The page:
During the Second World War, many common items were rationed in support of the war effort. Not only were items such as gasoline, bicycles, shoes, cars and stoves in limited supply, the list also included consumables such as canned foods, meats, cheeses, coffee and sugar. No matter how wealthy you might have been, there was a limit to what you could purchase.
In addition to rationing, there were transportation problems that caused disruptions in supply chains. The trains and trucks used to deliver items during peacetime were diverted to war activities. Even if there was a surplus of goods in a nearby town, there might not have been a way to deliver them.
Many people took over the responsibility of feeding their families by planting a garden. Front yards, backyards, vacant lots, parking strips, rooftops and even window boxes suddenly became gardens. Many victory garden locations were on land not owned by the gardener, to be returned after the war ended. Victory gardens were practical and helped boost morale back in the day.
Practically speaking, planting a garden during the war was the only way to supplement a family’s diet with fresh foods. Victory gardens raised morale by allowing those who were not fighting on the front lines to feel like they were contributing. This trend engaged children as well. Planting seeds and harvesting their own food helped many children feel as if they were doing their part while their fathers were fighting in the war.
After the War
Unfortunately, victory gardens disappeared as quickly as they sprang up. With the war over, many people abandoned their gardening projects. As early as the spring of 1946, there was a serious decline in victory gardens, which is surprising since food supply chains had not returned to pre-war levels. Why did victory gardens disappear so quickly? Simple. The government stopped promoting them, and people just stopped planting. Besides, when the troops came home from the war, there were other things to do—where do you think all the baby boomers came from?!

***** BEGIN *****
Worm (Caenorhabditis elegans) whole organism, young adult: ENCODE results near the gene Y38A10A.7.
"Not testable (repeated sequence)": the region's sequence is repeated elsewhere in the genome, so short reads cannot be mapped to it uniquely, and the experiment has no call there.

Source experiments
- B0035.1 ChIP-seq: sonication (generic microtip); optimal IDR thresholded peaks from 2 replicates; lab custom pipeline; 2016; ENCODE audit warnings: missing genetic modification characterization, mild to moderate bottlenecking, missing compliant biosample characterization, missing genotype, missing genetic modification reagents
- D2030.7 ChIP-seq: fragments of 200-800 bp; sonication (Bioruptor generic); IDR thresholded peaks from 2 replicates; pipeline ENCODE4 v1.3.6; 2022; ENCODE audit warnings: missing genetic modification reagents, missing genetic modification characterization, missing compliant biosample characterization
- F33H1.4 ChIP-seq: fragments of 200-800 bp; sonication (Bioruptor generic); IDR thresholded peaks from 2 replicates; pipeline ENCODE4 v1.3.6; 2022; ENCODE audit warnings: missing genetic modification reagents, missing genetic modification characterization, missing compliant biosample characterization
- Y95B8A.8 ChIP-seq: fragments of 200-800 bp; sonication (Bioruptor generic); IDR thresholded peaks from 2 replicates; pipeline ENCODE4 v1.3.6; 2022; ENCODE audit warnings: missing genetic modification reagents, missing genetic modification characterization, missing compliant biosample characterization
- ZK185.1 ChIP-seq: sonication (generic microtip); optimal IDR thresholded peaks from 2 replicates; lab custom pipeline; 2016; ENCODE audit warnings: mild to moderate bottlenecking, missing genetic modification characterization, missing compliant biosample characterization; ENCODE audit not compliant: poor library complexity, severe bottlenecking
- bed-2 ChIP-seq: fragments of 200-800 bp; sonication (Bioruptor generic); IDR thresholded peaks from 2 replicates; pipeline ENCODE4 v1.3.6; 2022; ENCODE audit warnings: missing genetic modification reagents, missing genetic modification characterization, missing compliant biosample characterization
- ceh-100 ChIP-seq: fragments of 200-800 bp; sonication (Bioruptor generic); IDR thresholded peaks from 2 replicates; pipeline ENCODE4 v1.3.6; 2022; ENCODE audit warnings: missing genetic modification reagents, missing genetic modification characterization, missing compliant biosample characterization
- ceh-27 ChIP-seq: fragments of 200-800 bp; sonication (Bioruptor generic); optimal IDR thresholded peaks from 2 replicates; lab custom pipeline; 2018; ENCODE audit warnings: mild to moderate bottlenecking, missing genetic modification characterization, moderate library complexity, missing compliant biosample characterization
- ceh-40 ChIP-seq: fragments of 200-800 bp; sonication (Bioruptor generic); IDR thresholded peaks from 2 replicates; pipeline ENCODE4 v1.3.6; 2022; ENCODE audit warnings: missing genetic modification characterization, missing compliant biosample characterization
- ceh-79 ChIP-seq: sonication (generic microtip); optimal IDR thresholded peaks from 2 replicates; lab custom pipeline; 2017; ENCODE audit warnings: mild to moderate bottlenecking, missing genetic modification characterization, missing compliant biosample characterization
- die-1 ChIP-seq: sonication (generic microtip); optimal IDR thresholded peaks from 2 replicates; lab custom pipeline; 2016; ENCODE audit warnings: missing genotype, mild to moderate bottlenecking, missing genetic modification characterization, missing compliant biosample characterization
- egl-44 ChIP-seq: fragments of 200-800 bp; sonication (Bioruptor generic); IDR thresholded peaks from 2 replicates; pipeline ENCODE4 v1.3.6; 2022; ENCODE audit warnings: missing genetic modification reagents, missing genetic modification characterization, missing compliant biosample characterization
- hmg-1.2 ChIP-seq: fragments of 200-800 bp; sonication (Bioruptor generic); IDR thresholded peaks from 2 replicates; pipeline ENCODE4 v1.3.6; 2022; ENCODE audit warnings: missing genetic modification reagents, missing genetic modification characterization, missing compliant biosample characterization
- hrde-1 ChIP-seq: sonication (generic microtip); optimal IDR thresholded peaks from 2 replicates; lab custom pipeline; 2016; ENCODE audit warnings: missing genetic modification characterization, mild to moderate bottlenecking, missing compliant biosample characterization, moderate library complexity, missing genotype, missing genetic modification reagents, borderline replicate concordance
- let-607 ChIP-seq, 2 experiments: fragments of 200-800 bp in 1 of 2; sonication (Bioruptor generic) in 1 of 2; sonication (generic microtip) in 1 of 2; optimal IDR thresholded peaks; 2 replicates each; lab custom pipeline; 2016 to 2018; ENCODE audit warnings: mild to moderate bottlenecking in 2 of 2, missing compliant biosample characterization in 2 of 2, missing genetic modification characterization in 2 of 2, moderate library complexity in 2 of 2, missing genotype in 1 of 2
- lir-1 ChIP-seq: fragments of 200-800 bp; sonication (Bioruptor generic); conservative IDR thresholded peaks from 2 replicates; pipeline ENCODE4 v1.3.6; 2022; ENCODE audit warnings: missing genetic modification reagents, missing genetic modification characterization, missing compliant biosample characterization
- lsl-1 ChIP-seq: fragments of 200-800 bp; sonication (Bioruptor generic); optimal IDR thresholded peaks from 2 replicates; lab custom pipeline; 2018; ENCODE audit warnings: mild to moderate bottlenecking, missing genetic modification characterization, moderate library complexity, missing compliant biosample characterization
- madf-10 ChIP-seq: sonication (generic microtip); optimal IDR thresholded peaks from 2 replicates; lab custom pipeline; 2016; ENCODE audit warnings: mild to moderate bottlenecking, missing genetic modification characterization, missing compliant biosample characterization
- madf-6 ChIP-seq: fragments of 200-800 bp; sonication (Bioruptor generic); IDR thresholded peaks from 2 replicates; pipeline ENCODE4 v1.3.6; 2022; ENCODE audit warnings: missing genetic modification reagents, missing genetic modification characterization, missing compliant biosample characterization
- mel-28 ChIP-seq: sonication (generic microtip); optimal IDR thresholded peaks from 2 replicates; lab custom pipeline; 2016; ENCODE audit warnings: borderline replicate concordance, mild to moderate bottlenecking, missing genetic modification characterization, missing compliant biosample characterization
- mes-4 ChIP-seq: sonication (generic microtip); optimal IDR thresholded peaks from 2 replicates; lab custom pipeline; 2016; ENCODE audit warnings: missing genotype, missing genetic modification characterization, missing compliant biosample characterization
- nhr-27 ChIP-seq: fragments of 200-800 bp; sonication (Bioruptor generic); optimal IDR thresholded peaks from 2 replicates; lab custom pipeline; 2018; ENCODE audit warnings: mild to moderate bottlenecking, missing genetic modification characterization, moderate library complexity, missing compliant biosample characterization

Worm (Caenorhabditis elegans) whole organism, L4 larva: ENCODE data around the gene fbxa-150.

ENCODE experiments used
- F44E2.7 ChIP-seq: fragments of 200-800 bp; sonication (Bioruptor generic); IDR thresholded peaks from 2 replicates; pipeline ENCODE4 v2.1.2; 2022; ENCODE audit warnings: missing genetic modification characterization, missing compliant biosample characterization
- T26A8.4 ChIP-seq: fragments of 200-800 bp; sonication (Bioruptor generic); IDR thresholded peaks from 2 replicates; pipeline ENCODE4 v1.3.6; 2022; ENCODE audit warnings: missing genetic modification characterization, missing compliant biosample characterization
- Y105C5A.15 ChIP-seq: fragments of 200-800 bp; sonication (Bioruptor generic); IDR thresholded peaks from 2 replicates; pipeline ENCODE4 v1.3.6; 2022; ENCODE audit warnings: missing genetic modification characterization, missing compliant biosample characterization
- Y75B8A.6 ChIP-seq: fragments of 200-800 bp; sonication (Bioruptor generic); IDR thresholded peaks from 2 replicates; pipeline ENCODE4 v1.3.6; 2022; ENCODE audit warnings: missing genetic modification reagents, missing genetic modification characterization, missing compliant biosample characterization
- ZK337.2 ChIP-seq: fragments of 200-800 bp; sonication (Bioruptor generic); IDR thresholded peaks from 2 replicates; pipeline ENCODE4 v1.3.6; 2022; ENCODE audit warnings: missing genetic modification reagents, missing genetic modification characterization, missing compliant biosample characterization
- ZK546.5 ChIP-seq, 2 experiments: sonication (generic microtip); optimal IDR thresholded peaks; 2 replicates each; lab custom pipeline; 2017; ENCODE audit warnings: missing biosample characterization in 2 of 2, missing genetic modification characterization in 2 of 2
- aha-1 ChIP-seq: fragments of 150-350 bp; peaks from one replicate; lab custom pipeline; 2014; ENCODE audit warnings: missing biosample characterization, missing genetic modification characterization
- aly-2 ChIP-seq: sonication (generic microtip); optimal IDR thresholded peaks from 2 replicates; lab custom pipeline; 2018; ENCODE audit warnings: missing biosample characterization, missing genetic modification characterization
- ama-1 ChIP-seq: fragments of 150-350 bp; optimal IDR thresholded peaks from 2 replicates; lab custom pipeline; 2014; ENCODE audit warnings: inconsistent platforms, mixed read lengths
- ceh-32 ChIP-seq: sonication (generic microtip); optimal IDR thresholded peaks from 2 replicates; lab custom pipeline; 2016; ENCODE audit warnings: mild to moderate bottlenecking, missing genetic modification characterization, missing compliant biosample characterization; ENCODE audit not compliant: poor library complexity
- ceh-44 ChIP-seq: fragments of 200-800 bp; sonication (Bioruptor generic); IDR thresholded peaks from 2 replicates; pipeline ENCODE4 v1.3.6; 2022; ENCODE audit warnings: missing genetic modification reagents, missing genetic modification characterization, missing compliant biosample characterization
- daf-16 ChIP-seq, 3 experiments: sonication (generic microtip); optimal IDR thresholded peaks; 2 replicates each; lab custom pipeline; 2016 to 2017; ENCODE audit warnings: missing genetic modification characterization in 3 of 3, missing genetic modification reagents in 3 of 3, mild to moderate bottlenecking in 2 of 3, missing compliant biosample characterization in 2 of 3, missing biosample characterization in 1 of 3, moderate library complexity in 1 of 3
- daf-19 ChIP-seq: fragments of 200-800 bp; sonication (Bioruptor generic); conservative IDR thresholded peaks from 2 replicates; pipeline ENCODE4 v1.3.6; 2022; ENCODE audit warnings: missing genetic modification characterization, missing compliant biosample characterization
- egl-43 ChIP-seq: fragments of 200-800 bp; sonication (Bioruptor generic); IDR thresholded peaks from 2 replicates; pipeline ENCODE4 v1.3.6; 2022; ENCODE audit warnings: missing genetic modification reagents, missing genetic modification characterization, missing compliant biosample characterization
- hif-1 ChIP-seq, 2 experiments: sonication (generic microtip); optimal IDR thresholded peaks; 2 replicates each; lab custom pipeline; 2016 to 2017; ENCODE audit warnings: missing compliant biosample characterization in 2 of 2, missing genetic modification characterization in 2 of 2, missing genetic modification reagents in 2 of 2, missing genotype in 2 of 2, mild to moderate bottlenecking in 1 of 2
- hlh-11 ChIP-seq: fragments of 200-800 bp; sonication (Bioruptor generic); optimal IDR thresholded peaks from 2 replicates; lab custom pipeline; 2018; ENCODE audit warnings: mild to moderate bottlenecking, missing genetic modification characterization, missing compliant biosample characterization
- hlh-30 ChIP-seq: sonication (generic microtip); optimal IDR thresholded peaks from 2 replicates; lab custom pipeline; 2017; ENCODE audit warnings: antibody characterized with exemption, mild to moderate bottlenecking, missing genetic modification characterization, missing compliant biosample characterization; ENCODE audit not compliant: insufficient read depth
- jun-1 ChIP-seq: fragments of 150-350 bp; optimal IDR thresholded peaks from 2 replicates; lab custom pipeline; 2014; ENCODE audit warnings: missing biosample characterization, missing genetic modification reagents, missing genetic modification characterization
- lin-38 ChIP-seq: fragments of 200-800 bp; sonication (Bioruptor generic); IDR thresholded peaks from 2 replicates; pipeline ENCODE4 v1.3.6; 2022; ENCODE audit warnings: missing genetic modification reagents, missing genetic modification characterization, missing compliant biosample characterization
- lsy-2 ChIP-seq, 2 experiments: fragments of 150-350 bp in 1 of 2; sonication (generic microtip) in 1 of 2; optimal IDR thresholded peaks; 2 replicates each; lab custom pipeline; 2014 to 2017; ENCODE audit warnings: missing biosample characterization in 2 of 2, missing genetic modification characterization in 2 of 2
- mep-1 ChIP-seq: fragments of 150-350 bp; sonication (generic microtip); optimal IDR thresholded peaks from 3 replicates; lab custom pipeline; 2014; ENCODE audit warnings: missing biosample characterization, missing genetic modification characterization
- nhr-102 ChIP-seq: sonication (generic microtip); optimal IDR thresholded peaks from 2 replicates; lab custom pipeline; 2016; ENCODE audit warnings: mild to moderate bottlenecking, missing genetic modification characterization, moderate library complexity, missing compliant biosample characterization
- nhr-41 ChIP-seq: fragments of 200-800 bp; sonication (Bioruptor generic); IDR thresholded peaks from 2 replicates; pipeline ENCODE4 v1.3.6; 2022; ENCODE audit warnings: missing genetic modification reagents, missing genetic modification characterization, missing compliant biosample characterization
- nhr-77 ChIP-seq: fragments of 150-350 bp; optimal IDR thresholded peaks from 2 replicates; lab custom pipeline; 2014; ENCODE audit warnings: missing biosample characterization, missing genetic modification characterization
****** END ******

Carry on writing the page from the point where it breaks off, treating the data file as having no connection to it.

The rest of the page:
These days there has been a resurgence of victory gardens. Although they might not be in support of a major war, we can still call them by their prior name. But, no matter what they’re called, home gardens are a great way to supplement your diet with fruits and vegetables that you grew. Knowing where your food comes from is a fantastic feeling and you can typically grow better-quality food than you can buy. Even the White House is getting back into gardening. In March 2009, Michelle Obama planted a 1,100-sq.-ft. garden on the south lawn. Although she had no prior gardening experience, she planted her garden to provide better nutrition for her daughters. This makes me think, if the First Lady can’t get the produce she wants to feed her children, who can?
A Call to Garden Shop Pros
A lot of hydro shop owners and employees like to talk about how they are the best growers around. I say, prove it! This is your chance to shine and become closer to your community at the same time. Since a lot of successful hydro shops have gardens in them, why not use those demonstration gardens to grow fruits and vegetables to donate to local food banks? Earn your bragging rights and help feed the hungry at the same time. Keep those donation receipts—not only can you use them for your taxes, maybe we will start a competition!
A Call to Everyone
If you’re reading Maximum Yield, you’re probably an active gardener. Therefore, YOU have the power to change your community and feed those in need locally. If you have the space, plant your garden in a highly visible location, such as a raised bed in your front yard or parking lot. Visible gardens tend to spread, in my experience.
With your garden in plain view, it won’t be long until your neighbors start planting their own gardens and come over to talk to you about their projects. Encourage them to donate their excess produce to a local food bank, then tell two friends